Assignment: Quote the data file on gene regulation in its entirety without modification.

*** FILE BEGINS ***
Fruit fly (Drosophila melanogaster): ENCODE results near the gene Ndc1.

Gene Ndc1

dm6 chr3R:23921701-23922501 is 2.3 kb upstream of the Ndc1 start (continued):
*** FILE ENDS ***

Fruit fly (Drosophila melanogaster): ENCODE results near the gene Ndc1.

Gene Ndc1

dm6 chr3R:23921701-23922501 is 2.3 kb upstream of the Ndc1 start (continued):